“At the age of 19, I had my first free-basing...I tried it and it was the most wonderful thing I’ve experienced,” said Charles, who would become dependent on the drug. “I didn’t get addicted then. It was after the age of 24 while experiencing Postpartum Depression.”
After Charles’ daughter was born, flashbacks took her back to that grim moment in time when she was sexually abused as a little girl. “I started remembering the euphoria I got from the cocaine,” she said. “I began to use it and it just spiraled down to a point where I literally lost everything in my life.”
She had become unhinged, destroying herself. She’d become the addict that she hated in her father. “He was an extraordinary man, but a horrible guy,” said Charles, one of 12 children her father pressed to succeed. “My father was hard on us almost to a fault.”
It wasn’t until later on in life that Charles started embracing her father. “Later on I felt cheated that I wasn’t able to be more intimate in his life,” she said. “He tried to show us love, but it wasn’t that ‘father knows best’ love. He didn’t have the tools to parent.”
Charles lives in Minneapolis, Minn. She is married to Michael “Tony” Steptoe. In 2007, she started One Way Up Prison Ministries to encourage women in prison to stay away from trouble and live productive lives, which she had failed to do before turning the page on a sordid lifestyle.
Charles details her story in the recently published book “Behind the Shades: Hope Beyond the Darkness.” It is a moving testimony about “redemption, reconciliation, and healing.” Sheila Raye Charles can be reached at (612) 876-7964.

Newly installed officers at masonic temple testify to the benefits of freemasonry

The 2016-17 installation of officers of Williams E. Eddins Memorial Lodge
#377. (Photo by Michael Floyd, Esq.)
There are dozens of masonic temples in the city of Memphis. Unbeknownst to the general public, membership in this private fraternity continues to creep upward. The William E. Eddins Memorial Lodge #377 (Prince Hall Affiliated), for example, recently installed five officers.  
In an unprecedented move, the “brothers” bestowed upon Tony M. Jackson, a young businessman and one of their latest recruits, the title of Lodge Secretary. Jackson “was initiated, passed, and raised to the sublime degree of Master Mason” in April.
“I believe the family of brothers elected me to the secretary position because they saw that drive in me and my willingness to work as a part of the team to better the lodge and hold to the theme of building on a strong foundation,” said Jackson, owner of Arlington Computers in Arlington, Tenn. He also is the author of “Pulling Customers Back To Small Business,” a business guide.
On Sept. 4, Jackson was officially installed at Pilgrim Rest Baptist Church along with Michael Richardson, Lodge Treasurer and Past Master; Eric Williams, Senior Warden; Timothy Jones, Junior Warden; and Everett Burks, Worshipful Master.
Richardson said there were three keys that inspired him to become a mason: 1) His grandfather, Deartis Barber Sr., a Freemason; 2) “…the historical impact that the fraternity has had throughout this country and the world”; and 3) “I believe that in unity there is strength. And as farfetched as it my seem, I believe that some day we all will be unified by the common bond of peace and love.”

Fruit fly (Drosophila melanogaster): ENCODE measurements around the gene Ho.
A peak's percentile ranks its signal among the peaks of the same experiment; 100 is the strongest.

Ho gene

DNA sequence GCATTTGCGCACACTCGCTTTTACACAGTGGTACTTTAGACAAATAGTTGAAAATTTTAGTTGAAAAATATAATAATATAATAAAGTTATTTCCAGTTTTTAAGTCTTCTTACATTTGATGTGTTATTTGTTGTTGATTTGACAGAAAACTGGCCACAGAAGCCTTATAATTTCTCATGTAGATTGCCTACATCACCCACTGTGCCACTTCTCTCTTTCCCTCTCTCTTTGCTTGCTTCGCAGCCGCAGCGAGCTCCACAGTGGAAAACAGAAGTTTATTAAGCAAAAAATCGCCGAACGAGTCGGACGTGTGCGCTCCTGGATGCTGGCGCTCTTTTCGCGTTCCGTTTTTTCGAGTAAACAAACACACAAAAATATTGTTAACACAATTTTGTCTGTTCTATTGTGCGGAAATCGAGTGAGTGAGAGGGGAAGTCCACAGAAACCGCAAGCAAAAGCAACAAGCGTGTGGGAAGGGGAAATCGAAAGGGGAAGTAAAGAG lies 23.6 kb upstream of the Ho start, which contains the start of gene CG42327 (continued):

Richardson was initiated in November 2004. Freemasonry has been an integral part of his pedigree dating back to his grandparents, who raised him, his mother and father, and several aunts and uncles. He has held several positions at the lodge.
“Freemasonry teaches us that as brothers we are all ‘On the Level.’ We meet each other on the same ground,” Jackson explains. “I felt the true brotherly love and was even blown away that the Past Masters, Masters and Wardens welcomed me with open arms.”
Although Freemasonry is shrouded in secrecy, there are characteristics that are common among the brothers, said Jones, a corporate security officer for Memphis Light Gas and Water. He was initiated, passed and raised in William Eddins #377 in 2015.
 “What a mason does is very simple, but not limited to being an upright [and] honest man of great character who sets a positive example in his community by his charitable works and deeds,” said Jones. “Things such as feeding families in need, mentoring the youth and community clean up efforts.”
There are benefits, too, added Williams, such as establishing a closer connection with God, camaraderie with the brothers, and drawing closer to one’s family. “Men are naturally providers and problem solvers. So Masonry is embedded in you,” he said. 
Williams also noted the importance of having “someone to talk to when there is no one there and not judging you, just there to lend an ear and a helping hand.”
“Continuing to Build on a Strong Foundation” was the theme of the installation ceremony, which drew more than a handful of supporters.
“We are here to develop the character and shape the minds of any qualified and vouched-for brother that knocks at our door,” said Burks, who was raised to the sublime degree of Master Mason on May 3, 2008. “We will build, we must build, and we are building on that strong foundation.”
Burks is employed at Smith and Nephew and has held several positions within the lodge.
Jackson said Freemasonry will take him as far as he wants to go. “It’s just like anything else: You get out of it what you put into it,” he said. “We are a working lodge. That means we earn our titles and degrees through hard work and perseverance.”
“The wisdom, youth and passion that these men possess will surely benefit not only the lodge, but the community of South Memphis, the city of Memphis, and hopefully the state of Tennessee, if not further,” said Richardson.